The hottest music from Chicago & beyond

Tag: math rock

Album Review: Foals – Holy Fire [Warner Bros/Transgressive]

The evolution of Foals has been a fascinating one. On their 2008 debut album Antidotes, they no doubt attracted the attention of tastemakers because of their somewhat unique take on the dance rock genre, which was at a high point during that time period. While some critics would argue that their songs were poor imitations of leading bands at the time such as Bloc Party and Maximo Park, others felt the math rock guitars were crucial to setting them apart from their peers and bringing a fresh twist to an increasingly stale sound. It’s not hard to say that at the time Foals lacked a certain emotional maturity which in turn froze a lot of listeners out and prevented them from engaging with the songs in a deeper way. Big changes and improvements arrived on 2010’s Total Life Forever, which was more plainspoken and heartfelt, and frontman Yannis Philippakis proved he could actually carry a melody beyond uttering short, declarative phrases. The melodies also got larger in scope, moving slightly away from the intricacies of their debut and into a widescreen, power chord territory with hooks that grabbed hold of you like never before. It represented the exact right steps the band needed to make at the time, and their continued evolution earned them a newfound respect among fans and critics alike. They hadn’t so much sacrificed anything as they added to what was already there.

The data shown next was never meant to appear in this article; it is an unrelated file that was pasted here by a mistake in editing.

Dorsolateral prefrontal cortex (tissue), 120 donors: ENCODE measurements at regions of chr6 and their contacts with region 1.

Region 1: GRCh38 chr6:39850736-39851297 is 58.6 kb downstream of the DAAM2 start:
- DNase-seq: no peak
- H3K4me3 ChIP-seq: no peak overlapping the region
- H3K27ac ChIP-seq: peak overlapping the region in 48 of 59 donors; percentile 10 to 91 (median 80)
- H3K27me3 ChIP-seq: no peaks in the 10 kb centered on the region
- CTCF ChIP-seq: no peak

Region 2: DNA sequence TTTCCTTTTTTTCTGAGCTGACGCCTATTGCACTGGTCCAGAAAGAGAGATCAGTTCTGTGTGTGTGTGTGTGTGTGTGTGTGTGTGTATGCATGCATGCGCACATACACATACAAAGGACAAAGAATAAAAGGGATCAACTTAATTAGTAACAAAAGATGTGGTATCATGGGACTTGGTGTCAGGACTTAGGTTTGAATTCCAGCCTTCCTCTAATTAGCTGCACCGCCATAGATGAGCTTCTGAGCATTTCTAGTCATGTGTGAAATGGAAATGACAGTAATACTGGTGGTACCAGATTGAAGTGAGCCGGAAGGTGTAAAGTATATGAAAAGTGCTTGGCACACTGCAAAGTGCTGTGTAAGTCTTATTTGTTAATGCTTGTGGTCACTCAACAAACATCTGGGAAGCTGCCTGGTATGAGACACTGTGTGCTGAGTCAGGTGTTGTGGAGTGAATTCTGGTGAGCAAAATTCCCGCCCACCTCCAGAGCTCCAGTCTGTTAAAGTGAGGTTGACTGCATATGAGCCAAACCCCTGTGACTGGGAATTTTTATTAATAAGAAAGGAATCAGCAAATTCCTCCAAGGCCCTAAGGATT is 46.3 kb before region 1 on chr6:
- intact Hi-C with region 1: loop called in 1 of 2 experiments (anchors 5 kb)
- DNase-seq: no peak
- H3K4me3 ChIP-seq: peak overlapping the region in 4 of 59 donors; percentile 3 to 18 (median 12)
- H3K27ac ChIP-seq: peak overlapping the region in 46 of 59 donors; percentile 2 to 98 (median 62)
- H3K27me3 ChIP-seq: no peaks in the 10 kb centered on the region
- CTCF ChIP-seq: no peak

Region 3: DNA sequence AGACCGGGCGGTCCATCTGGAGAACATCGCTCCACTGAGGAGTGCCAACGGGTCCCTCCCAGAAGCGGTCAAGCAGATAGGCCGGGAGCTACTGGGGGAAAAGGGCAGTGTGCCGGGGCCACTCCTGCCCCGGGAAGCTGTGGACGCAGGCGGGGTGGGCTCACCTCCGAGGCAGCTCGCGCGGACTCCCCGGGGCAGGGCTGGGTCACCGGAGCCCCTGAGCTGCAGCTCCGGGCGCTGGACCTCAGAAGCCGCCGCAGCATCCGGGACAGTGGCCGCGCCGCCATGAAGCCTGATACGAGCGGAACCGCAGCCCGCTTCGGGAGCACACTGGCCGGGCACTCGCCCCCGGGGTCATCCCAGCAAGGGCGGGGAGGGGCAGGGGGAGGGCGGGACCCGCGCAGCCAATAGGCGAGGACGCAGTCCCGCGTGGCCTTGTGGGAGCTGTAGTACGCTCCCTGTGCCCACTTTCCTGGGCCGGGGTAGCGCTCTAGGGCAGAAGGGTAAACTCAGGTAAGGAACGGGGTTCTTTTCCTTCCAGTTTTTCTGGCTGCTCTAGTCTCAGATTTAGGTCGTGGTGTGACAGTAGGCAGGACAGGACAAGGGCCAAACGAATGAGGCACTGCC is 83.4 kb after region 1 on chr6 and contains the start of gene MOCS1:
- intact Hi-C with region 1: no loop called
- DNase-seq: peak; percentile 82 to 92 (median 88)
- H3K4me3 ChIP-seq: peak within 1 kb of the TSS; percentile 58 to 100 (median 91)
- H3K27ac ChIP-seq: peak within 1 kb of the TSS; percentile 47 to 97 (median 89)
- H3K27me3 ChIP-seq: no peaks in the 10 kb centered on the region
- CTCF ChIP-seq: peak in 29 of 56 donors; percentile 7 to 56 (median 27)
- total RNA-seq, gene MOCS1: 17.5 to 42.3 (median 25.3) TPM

On what’s now their third official full length Holy Fire, Foals once again push forward and work hard to grow in sound and stature. They take the best parts of their previous work and appear to commit to try and fix their previous flaws. Philippakis continues to grow as both a singer and a songwriter. He stretches himself vocally on this album more than ever before, and the payoffs are pretty exhilarating. The opening instrumental, appropriately dubbed “Prelude,” provides some nice ebbs and flows but still doesn’t quite prepare you for the track that immediately follows it. “Inhaler” has a late-90s alternative rock vibe going for it, which means there’s a certain amount of malice and bad intentions running like an undercurrent through the duration of the track. Sooner or later, the dark, masked feelings build up and require release, leading to the explosive chorus you don’t necessarily anticipate arriving until it lands. “I can’t get enough SPACE!” Philippakis yells into a seemingly endless void as the fuzz pedals and power chords drive his point home with all the force of a battering ram. It’s a cathartic, exciting and memorable moment early on in a record that winds up having a bunch of them. None quite operate on the same level as “Inhaler” when it comes to overall aggression, however most are equally as fun and addictive.